Urban Homesteading is about having your dream house in the country right here and now, in the middle of the city. Any city. Indulge in `guerrilla gardening' and enjoy a prodigious crop of tater tires. No waiting, no procrastinating, no excuses, no pain. Because, really, there is no reason not to.
Granted, terms like “Urban Homesteading”, “Tater Tires” and “Guerrilla Gardening” are just some example of the great copy sprouting from the green movement these days. Attractive, subversive, playful and just plain irresistible to some. Yep, I'm an easy convert, and so can you be.
The dream of many to get out of the city, settle down on acreage and start living off the land is not new. It reminds me of Gustave Flaubert's “Bouvard and Pécuchet” (1881). In this classic unfinished novel by Flaubert, published a year after his death, two middle-aged copy clerks meet on a bench in Paris, fall in love, and end up inheriting property and moving together to the country.
The novel then follows Bouvard and Pécuchet trying to make it in the countryside by learning various essential disciplines, while colossally, funnily and consistently, failing in all their endeavors. Many believe that the main theme of the book is of knowledge. It is in many ways a criticism of learning by copying, book knowledge in general, and the reluctance to learn from the local farmers and their old fashioned ways.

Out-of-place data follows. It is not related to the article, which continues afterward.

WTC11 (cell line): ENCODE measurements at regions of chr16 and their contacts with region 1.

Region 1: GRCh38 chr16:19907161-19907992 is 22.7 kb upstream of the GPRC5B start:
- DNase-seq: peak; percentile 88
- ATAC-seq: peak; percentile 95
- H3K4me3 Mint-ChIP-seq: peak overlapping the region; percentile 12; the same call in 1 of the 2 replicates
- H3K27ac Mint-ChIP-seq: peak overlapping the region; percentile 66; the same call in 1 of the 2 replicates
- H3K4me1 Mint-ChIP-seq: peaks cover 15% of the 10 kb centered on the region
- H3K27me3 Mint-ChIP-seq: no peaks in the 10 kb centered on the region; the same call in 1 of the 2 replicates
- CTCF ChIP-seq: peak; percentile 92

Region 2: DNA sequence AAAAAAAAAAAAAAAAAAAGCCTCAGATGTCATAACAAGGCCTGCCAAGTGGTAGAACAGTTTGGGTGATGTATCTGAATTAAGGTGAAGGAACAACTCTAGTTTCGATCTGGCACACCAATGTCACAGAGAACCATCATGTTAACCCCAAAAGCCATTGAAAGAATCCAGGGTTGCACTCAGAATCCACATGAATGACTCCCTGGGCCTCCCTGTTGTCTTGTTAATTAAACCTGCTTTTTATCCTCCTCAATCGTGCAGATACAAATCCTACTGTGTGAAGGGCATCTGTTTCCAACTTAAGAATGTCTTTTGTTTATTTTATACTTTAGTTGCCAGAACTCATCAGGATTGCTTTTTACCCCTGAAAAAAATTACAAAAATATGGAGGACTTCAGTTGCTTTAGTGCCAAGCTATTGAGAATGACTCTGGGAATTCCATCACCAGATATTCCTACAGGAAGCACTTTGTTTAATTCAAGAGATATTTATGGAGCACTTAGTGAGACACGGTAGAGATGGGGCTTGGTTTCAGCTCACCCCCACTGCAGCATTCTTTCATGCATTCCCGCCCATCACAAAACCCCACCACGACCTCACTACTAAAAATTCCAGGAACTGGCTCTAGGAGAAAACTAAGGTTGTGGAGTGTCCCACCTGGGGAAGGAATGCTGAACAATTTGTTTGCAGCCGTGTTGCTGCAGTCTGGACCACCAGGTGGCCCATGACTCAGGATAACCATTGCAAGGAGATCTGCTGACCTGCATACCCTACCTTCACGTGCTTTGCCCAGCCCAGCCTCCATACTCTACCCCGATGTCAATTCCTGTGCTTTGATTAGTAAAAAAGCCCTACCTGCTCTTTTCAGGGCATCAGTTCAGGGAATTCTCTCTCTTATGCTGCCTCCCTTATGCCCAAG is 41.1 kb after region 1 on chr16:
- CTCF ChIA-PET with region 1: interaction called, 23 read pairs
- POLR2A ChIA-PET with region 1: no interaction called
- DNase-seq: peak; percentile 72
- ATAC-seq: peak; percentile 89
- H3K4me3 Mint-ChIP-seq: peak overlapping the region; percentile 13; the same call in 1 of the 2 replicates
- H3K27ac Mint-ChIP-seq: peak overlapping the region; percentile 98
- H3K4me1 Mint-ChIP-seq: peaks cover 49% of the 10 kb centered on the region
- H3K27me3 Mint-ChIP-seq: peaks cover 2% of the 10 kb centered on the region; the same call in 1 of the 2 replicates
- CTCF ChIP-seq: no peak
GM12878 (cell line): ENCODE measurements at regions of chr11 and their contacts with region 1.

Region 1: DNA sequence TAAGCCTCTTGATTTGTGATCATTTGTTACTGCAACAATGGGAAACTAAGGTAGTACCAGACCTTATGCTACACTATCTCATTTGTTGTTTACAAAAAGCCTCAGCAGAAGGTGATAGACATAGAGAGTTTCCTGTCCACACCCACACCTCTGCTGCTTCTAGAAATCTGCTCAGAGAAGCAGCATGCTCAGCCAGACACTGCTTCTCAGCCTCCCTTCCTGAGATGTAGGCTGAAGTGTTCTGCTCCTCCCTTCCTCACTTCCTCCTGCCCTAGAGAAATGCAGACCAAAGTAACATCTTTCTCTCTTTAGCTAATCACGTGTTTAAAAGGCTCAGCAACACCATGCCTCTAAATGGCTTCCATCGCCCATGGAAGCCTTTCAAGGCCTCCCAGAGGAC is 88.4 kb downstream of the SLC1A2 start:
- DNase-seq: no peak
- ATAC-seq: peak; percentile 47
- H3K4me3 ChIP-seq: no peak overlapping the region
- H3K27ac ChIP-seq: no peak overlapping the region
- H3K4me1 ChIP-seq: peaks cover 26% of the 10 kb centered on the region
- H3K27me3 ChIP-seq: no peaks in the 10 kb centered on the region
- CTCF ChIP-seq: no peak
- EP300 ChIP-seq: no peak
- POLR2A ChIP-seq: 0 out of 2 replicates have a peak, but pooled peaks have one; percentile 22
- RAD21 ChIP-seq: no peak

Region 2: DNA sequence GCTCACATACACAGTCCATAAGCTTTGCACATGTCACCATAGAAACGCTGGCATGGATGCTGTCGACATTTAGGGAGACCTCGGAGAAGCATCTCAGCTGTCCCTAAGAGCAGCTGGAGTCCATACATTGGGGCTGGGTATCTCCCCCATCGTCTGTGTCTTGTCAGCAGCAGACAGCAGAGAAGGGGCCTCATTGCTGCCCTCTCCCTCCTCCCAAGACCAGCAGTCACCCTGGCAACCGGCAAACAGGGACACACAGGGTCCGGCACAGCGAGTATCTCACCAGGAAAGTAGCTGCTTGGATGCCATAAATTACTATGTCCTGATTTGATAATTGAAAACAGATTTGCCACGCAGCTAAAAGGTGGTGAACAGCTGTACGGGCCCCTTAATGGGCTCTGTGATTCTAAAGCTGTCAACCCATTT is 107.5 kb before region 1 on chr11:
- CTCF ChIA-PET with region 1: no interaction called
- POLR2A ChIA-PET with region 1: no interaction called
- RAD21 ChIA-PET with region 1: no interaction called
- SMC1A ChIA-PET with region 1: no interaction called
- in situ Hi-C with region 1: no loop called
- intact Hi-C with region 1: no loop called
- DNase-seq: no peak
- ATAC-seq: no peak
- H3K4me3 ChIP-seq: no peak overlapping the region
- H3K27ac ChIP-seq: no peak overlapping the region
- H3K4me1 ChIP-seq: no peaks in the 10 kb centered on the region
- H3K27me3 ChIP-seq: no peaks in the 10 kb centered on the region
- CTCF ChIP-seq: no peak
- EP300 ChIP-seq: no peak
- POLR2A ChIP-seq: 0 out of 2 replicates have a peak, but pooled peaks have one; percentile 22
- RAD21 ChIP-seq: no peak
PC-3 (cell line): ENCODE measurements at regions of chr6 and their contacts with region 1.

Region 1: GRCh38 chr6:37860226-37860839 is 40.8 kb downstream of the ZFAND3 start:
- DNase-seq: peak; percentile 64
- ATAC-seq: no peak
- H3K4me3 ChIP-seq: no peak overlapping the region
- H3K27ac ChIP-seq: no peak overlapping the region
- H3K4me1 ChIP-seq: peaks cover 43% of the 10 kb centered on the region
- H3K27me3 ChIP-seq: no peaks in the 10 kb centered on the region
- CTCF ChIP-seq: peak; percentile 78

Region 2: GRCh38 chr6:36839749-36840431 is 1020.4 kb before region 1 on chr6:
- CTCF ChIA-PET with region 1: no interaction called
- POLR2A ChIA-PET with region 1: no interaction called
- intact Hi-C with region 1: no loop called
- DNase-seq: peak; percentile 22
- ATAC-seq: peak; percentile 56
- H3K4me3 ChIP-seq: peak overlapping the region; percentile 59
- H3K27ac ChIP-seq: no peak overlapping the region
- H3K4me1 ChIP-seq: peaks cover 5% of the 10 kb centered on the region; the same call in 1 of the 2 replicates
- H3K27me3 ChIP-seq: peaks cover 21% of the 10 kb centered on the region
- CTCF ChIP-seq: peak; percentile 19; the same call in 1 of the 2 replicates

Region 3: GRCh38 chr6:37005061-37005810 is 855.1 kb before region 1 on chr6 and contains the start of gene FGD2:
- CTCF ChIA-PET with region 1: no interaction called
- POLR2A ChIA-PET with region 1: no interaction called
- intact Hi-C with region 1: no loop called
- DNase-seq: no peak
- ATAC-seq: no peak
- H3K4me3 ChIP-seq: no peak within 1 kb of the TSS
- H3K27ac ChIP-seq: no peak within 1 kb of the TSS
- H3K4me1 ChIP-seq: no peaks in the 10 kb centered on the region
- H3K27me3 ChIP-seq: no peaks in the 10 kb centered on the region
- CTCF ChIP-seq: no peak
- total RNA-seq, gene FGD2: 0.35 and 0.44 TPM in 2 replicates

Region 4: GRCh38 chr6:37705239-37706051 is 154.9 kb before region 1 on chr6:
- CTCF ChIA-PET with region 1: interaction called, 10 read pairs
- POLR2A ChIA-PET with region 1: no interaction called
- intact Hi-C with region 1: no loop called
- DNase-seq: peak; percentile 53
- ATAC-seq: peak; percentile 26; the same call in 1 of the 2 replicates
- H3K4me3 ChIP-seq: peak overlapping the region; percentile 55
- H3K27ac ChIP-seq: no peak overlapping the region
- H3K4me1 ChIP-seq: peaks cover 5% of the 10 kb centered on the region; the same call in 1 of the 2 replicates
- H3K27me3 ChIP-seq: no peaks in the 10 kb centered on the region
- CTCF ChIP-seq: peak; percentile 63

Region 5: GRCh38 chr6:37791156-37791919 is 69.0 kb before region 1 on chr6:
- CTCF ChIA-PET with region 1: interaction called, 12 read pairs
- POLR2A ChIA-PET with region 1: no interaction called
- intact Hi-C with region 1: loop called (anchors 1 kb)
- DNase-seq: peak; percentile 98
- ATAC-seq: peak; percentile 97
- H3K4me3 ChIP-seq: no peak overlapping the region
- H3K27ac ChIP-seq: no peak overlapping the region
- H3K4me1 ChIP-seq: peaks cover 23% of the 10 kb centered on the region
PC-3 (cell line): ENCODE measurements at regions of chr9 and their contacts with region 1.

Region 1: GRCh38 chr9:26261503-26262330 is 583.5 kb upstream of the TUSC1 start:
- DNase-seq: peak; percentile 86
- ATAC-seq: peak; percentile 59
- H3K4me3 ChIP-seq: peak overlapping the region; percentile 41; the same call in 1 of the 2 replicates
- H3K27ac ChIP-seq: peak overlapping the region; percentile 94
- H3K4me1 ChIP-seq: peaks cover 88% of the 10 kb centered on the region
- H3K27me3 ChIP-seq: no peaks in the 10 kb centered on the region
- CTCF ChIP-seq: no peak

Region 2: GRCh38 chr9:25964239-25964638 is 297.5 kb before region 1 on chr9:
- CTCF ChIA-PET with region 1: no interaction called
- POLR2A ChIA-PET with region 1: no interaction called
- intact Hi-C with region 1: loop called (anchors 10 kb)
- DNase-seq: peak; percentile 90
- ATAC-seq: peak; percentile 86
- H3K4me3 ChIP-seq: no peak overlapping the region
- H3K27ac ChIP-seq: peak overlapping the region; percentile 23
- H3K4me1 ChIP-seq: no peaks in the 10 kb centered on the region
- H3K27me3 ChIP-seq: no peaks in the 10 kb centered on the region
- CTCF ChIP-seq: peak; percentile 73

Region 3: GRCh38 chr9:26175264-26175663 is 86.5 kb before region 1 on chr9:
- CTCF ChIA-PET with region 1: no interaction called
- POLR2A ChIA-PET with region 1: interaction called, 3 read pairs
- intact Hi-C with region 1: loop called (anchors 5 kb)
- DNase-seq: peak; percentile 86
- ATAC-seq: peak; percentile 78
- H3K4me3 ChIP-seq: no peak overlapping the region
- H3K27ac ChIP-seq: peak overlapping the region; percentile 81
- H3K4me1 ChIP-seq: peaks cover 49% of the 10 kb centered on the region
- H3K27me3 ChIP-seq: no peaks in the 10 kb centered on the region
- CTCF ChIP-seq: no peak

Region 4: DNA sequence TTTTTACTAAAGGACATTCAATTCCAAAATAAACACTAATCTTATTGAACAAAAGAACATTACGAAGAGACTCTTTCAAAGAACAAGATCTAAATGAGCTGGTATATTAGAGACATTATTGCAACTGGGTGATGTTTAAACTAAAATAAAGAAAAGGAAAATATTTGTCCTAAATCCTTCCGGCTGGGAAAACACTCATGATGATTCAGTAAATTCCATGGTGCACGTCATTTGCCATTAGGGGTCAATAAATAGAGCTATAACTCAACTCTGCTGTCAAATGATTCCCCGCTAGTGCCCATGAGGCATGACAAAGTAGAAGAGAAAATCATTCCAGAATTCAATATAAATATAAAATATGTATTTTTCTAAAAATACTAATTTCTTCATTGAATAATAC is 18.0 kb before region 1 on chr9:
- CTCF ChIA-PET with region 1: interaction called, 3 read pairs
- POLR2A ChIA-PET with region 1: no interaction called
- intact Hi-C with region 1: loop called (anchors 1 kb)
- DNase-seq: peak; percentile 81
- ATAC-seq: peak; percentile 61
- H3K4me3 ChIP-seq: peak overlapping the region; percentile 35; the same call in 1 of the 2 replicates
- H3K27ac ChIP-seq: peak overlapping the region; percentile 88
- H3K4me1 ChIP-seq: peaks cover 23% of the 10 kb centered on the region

But it seems like today nearly everyone is a Bouvard or a Pécuchet when it comes to self sustainability, especially in urban settings.
Whereas in Flaubert's days most of the population were living on farms, most contemporary Americans have never even seen one. Book knowledge has been replaced by blogs, wikis, and on-line forum advice, and Xerox made copy-clerks obsolete long ago.,
Fast forward 127 years to a bungalow in Echo Park, Los Angeles, and to Kelly Coyne and Erik Knutzen's urban homestead. In their little house and property they garden, compost, pickle, bake, can, brew, create their own cleaning products, and everything else that is in the book's table of contents. All of this while having a life that includes a job, blogging, and writing a book. It seems that rather than a chronicle of failures, urban homesteading can be a journey of discovery.
The book is a well written fun guide that explains the hows and whys of urban sustainability without being too preachy about it. You get a sense of the authors' philosophy, but you certainly don't feel that you need to wholly subscribe to it, in order to adopt and adapt any or part of their methods and techniques.
Having just moved to a new place I am going to treat this as a handbook, so no free book giveaway this week folks. My homework: start a compost pile (duh), create a raised bed over part of the existing backyard lawn for planting some local edibles (I am thinking greens). I already started using garden clippings as mulch, and definitely going to brush up on my pickling techniques and ask my mom and aunts for some tips. The cleaning cabinet is going to downgrade to baking soda and vinegar, once the household is sold on it. And it may not be an easy sell. And then, like they suggest, I am going to take it slow. No need for a sudden metamorphosis. I am not going to start pooping in a bucket just yet.
NOTE: Process, the book's publishers, are planting a tree with Eco-Libris for every single book bought from their website. So check out their amazingly eclectic collection of wonderful books, and take advantage of their offer by buying directly from them right here.
Authors: Kelly Coyne and Erik Knutzen
Publisher: Process (self-reliance series, vol. 3)
Published: June 2008